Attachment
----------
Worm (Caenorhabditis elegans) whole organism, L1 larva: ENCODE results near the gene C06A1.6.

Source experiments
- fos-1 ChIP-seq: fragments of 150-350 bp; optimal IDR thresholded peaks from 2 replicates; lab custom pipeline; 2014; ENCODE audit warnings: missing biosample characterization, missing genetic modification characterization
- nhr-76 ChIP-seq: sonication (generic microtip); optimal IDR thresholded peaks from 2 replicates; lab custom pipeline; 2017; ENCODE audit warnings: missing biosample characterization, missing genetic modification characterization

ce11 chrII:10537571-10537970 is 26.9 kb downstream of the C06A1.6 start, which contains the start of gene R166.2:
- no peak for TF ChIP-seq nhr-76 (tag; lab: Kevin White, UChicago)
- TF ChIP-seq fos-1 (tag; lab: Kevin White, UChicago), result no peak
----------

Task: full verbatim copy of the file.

Worm (Caenorhabditis elegans) whole organism, L1 larva: ENCODE results near the gene C06A1.6.

Source experiments
- fos-1 ChIP-seq: fragments of 150-350 bp; optimal IDR thresholded peaks from 2 replicates; lab custom pipeline; 2014; ENCODE audit warnings: missing biosample characterization, missing genetic modification characterization
- nhr-76 ChIP-seq: sonication (generic microtip); optimal IDR thresholded peaks from 2 replicates; lab custom pipeline; 2017; ENCODE audit warnings: missing biosample characterization, missing genetic modification characterization

ce11 chrII:10537571-10537970 is 26.9 kb downstream of the C06A1.6 start, which contains the start of gene R166.2:
- no peak for TF ChIP-seq nhr-76 (tag; lab: Kevin White, UChicago)
- TF ChIP-seq fos-1 (tag; lab: Kevin White, UChicago), result no peak